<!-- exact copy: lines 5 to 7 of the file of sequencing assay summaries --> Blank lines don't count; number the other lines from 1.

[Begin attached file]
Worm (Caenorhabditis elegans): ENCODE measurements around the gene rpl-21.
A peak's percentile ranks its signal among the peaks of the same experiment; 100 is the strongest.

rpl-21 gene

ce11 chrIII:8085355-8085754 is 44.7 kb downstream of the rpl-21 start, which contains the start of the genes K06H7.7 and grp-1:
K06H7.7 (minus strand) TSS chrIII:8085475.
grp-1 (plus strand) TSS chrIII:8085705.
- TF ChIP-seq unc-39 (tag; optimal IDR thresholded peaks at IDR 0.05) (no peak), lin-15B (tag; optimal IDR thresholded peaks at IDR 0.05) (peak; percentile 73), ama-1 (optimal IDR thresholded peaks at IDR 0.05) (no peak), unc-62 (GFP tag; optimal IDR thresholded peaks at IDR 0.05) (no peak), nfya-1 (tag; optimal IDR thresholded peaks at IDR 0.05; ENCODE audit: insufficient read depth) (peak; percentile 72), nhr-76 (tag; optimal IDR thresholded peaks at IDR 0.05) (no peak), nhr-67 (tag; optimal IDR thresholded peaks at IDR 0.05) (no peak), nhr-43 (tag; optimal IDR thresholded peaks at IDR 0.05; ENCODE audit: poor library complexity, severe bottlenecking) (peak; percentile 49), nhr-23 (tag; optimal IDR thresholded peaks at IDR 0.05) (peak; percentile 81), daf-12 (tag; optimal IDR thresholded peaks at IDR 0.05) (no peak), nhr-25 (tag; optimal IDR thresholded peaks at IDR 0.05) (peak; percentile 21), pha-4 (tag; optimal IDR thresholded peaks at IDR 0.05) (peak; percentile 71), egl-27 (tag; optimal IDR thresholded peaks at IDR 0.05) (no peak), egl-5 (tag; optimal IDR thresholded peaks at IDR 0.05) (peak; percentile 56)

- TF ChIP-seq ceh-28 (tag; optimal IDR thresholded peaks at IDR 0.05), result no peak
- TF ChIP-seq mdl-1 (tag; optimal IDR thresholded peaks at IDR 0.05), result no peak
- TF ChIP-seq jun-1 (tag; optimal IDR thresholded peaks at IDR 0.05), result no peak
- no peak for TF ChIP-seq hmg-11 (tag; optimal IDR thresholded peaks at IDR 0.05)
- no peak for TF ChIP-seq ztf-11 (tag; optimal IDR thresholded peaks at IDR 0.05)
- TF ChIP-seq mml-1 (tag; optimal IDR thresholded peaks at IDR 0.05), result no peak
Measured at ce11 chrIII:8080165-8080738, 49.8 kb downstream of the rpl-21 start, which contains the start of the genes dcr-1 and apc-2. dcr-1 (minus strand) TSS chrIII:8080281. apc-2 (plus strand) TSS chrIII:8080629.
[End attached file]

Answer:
K06H7.7 (minus strand) TSS chrIII:8085475.
grp-1 (plus strand) TSS chrIII:8085705.
- TF ChIP-seq unc-39 (tag; optimal IDR thresholded peaks at IDR 0.05) (no peak), lin-15B (tag; optimal IDR thresholded peaks at IDR 0.05) (peak; percentile 73), ama-1 (optimal IDR thresholded peaks at IDR 0.05) (no peak), unc-62 (GFP tag; optimal IDR thresholded peaks at IDR 0.05) (no peak), nfya-1 (tag; optimal IDR thresholded peaks at IDR 0.05; ENCODE audit: insufficient read depth) (peak; percentile 72), nhr-76 (tag; optimal IDR thresholded peaks at IDR 0.05) (no peak), nhr-67 (tag; optimal IDR thresholded peaks at IDR 0.05) (no peak), nhr-43 (tag; optimal IDR thresholded peaks at IDR 0.05; ENCODE audit: poor library complexity, severe bottlenecking) (peak; percentile 49), nhr-23 (tag; optimal IDR thresholded peaks at IDR 0.05) (peak; percentile 81), daf-12 (tag; optimal IDR thresholded peaks at IDR 0.05) (no peak), nhr-25 (tag; optimal IDR thresholded peaks at IDR 0.05) (peak; percentile 21), pha-4 (tag; optimal IDR thresholded peaks at IDR 0.05) (peak; percentile 71), egl-27 (tag; optimal IDR thresholded peaks at IDR 0.05) (no peak), egl-5 (tag; optimal IDR thresholded peaks at IDR 0.05) (peak; percentile 56)